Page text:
Suppose an eleven-year-old boy is preparing to throw a snowball at his seven-year-old sister. The parent notices this and warns the boy not to throw the snowball. The boy nods, fully understanding the parent's injunction. As the parent begins to turn away, the boy throws the snowball at his sister anyway. Fortunately, the snowball misses. When the parent points out that there will be consequences for this misbehavior, the child indignantly protests that this would be unfair because his sister was not harmed.
This "no harm" argument might be understandable coming from a child, but in the mouth of an adult litigant, or a supposed officer of the court, it is breathtakingly silly. The criteria in this circuit for issuance of a finding of contempt are straightforward. The court must find that:
Hawkins v. Dept. of Health & Human Servs., 665 F.3d 25, 31 (1st Cir.2012) (internal quotations and citation omitted). As the court has held, there was, and continues to be, clear and convincing undisputed evidence conclusively satisfying each of these requirements. AngioDynamics, Inc. v. Biolitec AG, 946 F.Supp.2d at 211-13, 2013 WL 1567739, at *3-4. Defendants, indeed, have effectively conceded that each and every one of these four criteria have been satisfied in this case. As Defendants' counsel admitted: "We violated the preliminary injunction by completing the merger and it's absolutely clear that the preliminary injunction said do not complete the merger." (Dkt. No. 233, Tr. Apr. 3 Hr'g 24:25-25:1-2.)
Defendants, or at least their counsel, must know that once an explicit court order is knowingly and intentionally defied, and the snowball, so to speak, is nevertheless thrown, the moral and legal stage on which the parties and the court act changes substantially. The drama ceases to be only about the Plaintiff; it now bears as much, or more, on the issue of the court's authority and the integrity of the legal system. Any judge confronting flagrantly contumacious conduct of this sort must either act or take off the robe.
Defendants cite a Fourth Circuit decision that includes language suggesting that in some cases a civil contempt order might include as part of its basis a finding that the "movant suffered harm as a result [of the contumacious conduct]." Ashcraft v. Conoco, Inc., 218 F.3d 288, 301 (4th Cir. 2000). This decision is not controlling on
More importantly, this court took care to address the "no harm" argument in its memorandum. AngioDynamics, Inc. v. Biolitec AG, 946 F.Supp.2d at 212-13, 2013 WL 1567739, at *4. The court noted that the First Circuit has demanded that courts look only to the text of an order to determine what is forbidden by it. Goya Foods, Inc. v. Wallack Mgmt. Co., 290 F.3d 63, 76 (1st Cir.2002). The power of contempt makes this careful attention to the actual wording of an order, rather than exploration of its supposed inchoate "purpose," crucial. Courts must narrowly cabin the circumstances in which contempt may be found by anchoring the finding on the words of the order. United States v. Saccoccia, 433 F.3d 19, 28 (1st Cir.2005). Here the text could not have been clearer about what behavior was forbidden.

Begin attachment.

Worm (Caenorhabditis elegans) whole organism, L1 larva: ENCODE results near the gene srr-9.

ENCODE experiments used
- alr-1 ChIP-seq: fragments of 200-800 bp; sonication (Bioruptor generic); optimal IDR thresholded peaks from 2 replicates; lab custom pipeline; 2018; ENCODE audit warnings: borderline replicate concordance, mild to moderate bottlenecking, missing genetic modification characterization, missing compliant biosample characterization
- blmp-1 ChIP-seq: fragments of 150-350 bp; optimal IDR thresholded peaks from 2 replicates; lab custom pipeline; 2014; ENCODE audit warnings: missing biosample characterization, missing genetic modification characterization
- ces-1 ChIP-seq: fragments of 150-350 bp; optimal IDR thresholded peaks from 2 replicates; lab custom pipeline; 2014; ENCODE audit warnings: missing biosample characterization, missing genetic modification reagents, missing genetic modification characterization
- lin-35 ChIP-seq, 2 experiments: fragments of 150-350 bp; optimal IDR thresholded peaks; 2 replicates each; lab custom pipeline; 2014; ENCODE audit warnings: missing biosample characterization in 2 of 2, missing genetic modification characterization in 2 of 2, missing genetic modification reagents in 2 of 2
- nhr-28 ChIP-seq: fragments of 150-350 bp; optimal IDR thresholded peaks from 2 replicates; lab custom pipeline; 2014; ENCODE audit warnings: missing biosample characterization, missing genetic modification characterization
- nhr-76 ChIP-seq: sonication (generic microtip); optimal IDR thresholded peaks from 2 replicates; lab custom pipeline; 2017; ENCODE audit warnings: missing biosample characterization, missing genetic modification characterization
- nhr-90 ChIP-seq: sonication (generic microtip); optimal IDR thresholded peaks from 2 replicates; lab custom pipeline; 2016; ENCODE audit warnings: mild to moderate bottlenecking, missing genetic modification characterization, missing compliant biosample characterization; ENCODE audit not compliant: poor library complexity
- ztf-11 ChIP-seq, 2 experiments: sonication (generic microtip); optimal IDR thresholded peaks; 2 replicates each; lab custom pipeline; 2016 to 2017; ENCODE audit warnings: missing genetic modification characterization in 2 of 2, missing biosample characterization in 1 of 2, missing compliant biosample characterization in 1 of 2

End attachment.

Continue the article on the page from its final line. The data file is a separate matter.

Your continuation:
If Defendants had any doubt as to what actions would violate the order, "[they] could have asked the district court for clarification ..., but they eschewed that course. They chose instead to rely on their own judgment.... In so doing, [they] acted at their peril." Goya Foods, 290 F.3d at 75-76. At argument, Defendants conceded that they deliberately did not confer with Plaintiff's counsel or notify the court before taking the supposedly harmless action of flouting the order. (Dkt. No. 233, Tr. Apr. 3 Hr'g 23-4.) Their reason for doing this was manifest: they knew they were violating the order and did not wish to give Plaintiff or the court notice of their intent. Their contempt was knowing, intentional, and brazen.
But there is more. Although it has no bearing on the principle embedded in this dispute, the court in fact found that Plaintiff would be harmed by any merger and that Plaintiff has been harmed now that the merger has taken place. In granting the original motion for preliminary injunction, and in reconsidering the injunction, the court was required to consider, and did consider, the issue of likely harm to Plaintiff.
During argument in connection with reconsideration of the preliminary injunction before this court, Defendants made very nearly the same argument they are offering here: that the merger of BAG with its Austrian sister corporation would put Plaintiff in no worse a position than it was in before the merger. Plaintiff argued vigorously to the contrary, pointing out that while enforcement of an American judgment in a German court might present Plaintiff with some difficulties, enforcement in Germany was not impossible, whereas all parties conceded that enforcement of an American judgment in Austria would be flatly impossible. The court agreed with Plaintiff's argument.
Some series of symbols in higher mathematics may depict the difference between a proposition that might be true and one that is utterly impossible, but common sense can draw the distinction perfectly well without equations. Plaintiff demonstrated likelihood of harm. This court found this originally and found it on reconsideration, and the Court of Appeals affirmed this finding.
Now that the merger has taken place, the stronger evidence of record confirms that the harm, in fact, has occurred more or less as predicted. In other words, while it does not matter that Plaintiff has been harmed — in light of the principle that valid court orders cannot be flouted without consequences — Plaintiff has, in fact, been seriously harmed. Defendants' argument that certain assets remain in Germany (exactly what these may be is not specified) and that the headquarters of this now-Austrian
It is significant that Defendants' arguments describing some supposed independent justification for the merger, apart from hamstringing Plaintiff, have never added up. Stated differently, any rationale for the merger beyond harming Plaintiff's potential enforcement efforts is a fabrication. Indeed, Defendant Neuberger's former associate, Stefan Spaniol, has submitted an affidavit confirming that Neuberger's intent in pushing forward with the merger, conveyed to Spaniol explicitly, was specifically to make enforcement of any judgment against BAG difficult if not impossible. (Dkt. No. 123-1, Second Spaniol Decl. ¶ 3.)